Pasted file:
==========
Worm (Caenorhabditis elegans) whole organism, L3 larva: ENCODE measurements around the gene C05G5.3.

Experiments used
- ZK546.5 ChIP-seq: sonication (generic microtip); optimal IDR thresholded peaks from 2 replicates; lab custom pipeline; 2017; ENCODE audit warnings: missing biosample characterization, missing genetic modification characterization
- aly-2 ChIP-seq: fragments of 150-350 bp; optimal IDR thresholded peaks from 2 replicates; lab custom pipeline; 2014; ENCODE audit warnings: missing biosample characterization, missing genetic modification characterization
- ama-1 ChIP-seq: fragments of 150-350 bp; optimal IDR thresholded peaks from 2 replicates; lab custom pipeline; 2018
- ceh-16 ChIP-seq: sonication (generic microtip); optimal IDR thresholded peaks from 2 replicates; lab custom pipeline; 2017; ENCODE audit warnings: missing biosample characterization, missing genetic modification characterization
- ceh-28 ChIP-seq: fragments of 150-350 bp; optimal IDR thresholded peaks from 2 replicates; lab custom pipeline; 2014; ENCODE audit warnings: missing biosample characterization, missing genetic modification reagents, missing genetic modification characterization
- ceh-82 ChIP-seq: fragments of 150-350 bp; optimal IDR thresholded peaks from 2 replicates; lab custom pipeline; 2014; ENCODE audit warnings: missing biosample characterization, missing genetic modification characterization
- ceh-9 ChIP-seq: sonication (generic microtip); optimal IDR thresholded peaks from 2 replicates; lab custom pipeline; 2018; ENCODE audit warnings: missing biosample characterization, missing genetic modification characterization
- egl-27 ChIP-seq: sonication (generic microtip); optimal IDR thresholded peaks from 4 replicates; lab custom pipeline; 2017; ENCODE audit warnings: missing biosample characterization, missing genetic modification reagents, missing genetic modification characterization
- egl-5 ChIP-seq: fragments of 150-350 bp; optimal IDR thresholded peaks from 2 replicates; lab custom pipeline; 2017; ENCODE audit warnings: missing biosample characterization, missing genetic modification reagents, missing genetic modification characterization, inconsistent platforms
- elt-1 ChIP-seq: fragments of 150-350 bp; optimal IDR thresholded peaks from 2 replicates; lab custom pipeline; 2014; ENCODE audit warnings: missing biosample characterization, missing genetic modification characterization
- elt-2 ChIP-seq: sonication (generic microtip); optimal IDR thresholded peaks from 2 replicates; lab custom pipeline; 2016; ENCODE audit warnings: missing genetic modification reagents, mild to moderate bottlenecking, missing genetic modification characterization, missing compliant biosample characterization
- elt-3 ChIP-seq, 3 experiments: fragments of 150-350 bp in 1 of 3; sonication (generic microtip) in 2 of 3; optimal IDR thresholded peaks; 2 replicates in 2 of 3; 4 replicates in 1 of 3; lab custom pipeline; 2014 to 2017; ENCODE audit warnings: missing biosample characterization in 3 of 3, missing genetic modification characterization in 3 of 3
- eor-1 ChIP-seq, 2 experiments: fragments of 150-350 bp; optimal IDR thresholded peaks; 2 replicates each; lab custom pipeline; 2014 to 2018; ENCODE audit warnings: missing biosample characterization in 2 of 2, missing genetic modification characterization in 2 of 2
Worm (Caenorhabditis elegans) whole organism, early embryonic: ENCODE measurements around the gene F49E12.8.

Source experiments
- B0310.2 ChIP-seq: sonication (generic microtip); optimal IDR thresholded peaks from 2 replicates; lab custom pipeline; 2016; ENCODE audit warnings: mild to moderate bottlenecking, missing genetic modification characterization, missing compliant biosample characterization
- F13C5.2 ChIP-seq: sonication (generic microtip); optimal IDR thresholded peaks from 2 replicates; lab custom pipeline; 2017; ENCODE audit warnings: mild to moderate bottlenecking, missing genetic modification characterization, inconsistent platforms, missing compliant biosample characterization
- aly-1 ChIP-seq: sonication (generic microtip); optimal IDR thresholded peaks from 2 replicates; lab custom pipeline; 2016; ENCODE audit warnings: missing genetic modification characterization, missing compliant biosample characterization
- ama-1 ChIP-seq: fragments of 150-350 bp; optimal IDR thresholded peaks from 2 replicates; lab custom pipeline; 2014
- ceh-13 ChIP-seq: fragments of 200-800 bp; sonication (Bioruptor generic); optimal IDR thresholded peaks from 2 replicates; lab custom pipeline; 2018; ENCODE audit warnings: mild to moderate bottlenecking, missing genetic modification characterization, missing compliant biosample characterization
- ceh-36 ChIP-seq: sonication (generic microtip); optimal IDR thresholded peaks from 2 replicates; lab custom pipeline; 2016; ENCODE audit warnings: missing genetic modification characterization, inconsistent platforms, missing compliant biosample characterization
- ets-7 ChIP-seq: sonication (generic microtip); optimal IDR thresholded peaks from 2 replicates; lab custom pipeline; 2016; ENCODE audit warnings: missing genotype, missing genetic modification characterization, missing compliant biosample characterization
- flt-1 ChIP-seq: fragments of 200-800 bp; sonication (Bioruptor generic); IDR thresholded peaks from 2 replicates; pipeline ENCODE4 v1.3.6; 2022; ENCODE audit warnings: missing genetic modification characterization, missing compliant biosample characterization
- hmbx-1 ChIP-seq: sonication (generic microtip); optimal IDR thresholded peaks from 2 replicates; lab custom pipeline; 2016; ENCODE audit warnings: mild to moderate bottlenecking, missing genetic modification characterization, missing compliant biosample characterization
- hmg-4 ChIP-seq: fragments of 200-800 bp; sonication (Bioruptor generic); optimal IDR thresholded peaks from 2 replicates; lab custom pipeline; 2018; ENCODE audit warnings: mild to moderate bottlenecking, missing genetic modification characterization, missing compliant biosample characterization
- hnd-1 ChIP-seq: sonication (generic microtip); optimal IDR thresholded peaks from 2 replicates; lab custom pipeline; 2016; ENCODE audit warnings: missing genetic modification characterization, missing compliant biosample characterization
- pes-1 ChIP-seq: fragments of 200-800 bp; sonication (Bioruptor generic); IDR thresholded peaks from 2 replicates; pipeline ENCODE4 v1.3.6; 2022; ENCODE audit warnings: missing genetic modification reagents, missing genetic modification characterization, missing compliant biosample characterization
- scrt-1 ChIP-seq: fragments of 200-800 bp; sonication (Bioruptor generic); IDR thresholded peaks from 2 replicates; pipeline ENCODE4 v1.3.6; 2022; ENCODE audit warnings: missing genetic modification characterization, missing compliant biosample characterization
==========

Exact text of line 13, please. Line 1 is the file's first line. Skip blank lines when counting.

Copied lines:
- elt-2 ChIP-seq: sonication (generic microtip); optimal IDR thresholded peaks from 2 replicates; lab custom pipeline; 2016; ENCODE audit warnings: missing genetic modification reagents, mild to moderate bottlenecking, missing genetic modification characterization, missing compliant biosample characterization